Before we got to work on wood, we tested our newly learned skills on a smaller medium; carrots! This was a great ideaas we got to see how different joints fit together without wasting wood. The carrots were also easy to chisel and mold into whatever we wanted. Lap joints made into rafters were a popular choice. Next, we moseyed our way into the red barn, where we learned how to read a log. This is a crucial step in making sure your cuts are even and along the same plane, especially with uneven logs. We also spent time picking out wood and debarking it with a draw knife, which was oddly satisfying. Our evening was spent getting warm inside while eating kitchari, or as Sean likes to call it, kitchenry. The next day was when we began working on our projects. Elise and Taylor made an A frame with the braces held on with wooden pegs. Claudia and Cory made an A frame as well, and a mallet. Gretchen, Jacob, and Sean worked on a mortise and tenon joint project. All of the projects were lovely and turned out well. Overall a great week and we are excited for more!
Blog Post Week 3, 1/16/23-1/22/23 by Elise Baker
We started the week with an off day, and then got some work trade hours in. Deanne led a class where we learned about building foundations and what types of materials are used, ways to drain water away from buildings, rat walls and so on. It was interesting to talk about the way orientations of a building can affect things like sunlight and temperature in the building, or the placement of a root cellar or a bedroom. At night we pulled medicine cards; Elise was the turtle, Sean the Eagle, Claudia the bat, Jacob the Raven, and Deanne the skunk!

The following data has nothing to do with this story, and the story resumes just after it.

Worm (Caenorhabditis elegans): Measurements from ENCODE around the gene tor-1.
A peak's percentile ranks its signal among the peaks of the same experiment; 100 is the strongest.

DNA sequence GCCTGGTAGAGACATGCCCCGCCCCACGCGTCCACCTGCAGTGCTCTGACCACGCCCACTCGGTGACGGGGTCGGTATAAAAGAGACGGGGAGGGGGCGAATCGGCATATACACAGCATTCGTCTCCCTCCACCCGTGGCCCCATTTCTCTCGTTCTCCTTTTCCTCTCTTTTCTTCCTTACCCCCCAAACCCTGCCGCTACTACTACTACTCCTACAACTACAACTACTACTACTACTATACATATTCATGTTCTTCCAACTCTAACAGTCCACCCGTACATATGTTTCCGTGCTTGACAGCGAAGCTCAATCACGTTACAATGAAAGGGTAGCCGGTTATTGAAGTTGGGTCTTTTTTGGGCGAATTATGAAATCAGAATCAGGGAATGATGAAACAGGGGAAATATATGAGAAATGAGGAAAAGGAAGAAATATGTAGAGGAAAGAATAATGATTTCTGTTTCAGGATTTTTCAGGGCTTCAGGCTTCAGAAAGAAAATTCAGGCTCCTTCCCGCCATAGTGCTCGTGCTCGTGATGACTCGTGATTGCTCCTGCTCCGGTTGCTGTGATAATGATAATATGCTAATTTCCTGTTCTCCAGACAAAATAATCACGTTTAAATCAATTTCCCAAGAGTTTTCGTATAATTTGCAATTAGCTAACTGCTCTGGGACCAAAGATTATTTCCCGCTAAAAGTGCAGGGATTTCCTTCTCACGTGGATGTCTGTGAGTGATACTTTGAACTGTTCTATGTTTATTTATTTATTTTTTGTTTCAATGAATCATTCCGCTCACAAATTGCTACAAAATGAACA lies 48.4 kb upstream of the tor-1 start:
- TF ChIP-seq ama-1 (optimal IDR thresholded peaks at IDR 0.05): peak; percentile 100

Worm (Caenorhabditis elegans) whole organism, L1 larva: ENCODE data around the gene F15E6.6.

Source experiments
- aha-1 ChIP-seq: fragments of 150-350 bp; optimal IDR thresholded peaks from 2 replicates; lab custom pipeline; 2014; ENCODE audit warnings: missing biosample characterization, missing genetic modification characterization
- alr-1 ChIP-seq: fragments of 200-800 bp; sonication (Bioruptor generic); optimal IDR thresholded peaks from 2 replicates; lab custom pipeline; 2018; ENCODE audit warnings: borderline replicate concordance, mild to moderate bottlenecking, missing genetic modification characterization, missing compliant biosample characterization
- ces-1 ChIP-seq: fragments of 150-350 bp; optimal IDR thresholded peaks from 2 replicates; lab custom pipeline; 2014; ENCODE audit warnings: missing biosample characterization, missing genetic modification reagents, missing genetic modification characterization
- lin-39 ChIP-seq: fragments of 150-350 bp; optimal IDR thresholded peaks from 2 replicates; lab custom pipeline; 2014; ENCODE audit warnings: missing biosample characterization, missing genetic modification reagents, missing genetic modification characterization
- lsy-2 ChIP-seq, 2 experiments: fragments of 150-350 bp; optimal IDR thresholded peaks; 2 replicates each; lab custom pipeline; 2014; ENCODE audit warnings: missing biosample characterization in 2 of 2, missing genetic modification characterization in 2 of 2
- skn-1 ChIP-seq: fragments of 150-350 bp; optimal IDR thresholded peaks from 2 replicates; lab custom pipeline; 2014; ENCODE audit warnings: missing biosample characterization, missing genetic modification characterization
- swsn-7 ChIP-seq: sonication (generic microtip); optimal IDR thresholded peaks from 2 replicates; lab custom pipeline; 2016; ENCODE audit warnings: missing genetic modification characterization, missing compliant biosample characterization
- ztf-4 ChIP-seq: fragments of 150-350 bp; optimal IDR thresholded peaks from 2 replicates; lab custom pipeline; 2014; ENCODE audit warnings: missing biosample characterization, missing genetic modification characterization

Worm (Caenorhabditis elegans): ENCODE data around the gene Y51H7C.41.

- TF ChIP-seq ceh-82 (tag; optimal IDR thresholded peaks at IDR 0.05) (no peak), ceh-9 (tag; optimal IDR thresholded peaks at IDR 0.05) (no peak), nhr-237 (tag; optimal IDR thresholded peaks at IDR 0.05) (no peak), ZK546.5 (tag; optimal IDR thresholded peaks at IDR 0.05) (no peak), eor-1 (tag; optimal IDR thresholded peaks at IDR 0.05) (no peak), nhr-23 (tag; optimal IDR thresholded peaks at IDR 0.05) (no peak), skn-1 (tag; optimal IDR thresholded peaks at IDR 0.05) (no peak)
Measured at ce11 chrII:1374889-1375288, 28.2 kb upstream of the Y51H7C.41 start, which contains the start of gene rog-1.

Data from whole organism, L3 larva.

The highlight of Wednesday was going to the potluck at Goldner Walsh and learning about herbalism techniques! We spent a couple hours in preparation, mashing potatoes and deviling eggs. While we were there we learned how to make tinctures, infusions, and a few different teas that were helpful for different ailments among other things. We feasted ravenously on the many foods that were brought. There was much chatter and laughter after the session, and a couple of us played with a cat that had a feather duster looking tail.
On Thursday morning we did some work trade, felling a couple logs and taking them back to camp in our four persons stick carrier. Later we were graced with the presence of a dear friend, Scott (not to be confused with Sean, who also has a nice moustache)! We learned how to light and use the earth oven, and celebrated the occasion with making homemade pizzas, led by Jacob. We ended the night with a large and moderately stinky dance party, enjoying disco and the sounds of Motown. Some of the highlights were Jacob shaking his booty vigorously, Claudia and Scott with their hula hoop tricks, and seeing Sean’s unearthly dancing skills.
Friday was marked by the arrival of our beloved Emma, who is joining us for the rest of the month as a wintern. We also had a few people from the workshop the following weekend join us for overnight, it was nice getting to know them and helping them get settled into the house. (Very nice to meet you, Caitlin, Kaelan, Stephanie, Rachel, and Jacob!) Once Saturday arrived the workshop was in full force; we first spent some time touring and learning the basics of thatching and tying up the reeds, and then spent the rest of the afternoon in the reed fields. We learned how to harvest reeds, the coloring of reeds that are best to harvest and the best timing to harvest, and got to practice tying up reed bundles of our own.
The time Sunday was spent working on our bigger thatching projects. We learned how to tie down the base layer of the reeds to the frame, and then how to put on subsequent layers. Nurse Ratched made an appearance. There was quite a bit of teamwork involved as we had to push a “needle” through the reeds to the person waiting on the other side in order to wire down a bundle. We each took turns doing each part of the thatching, tying down the wires and using the rope to secure the bundles. It was a great workshop and a great week!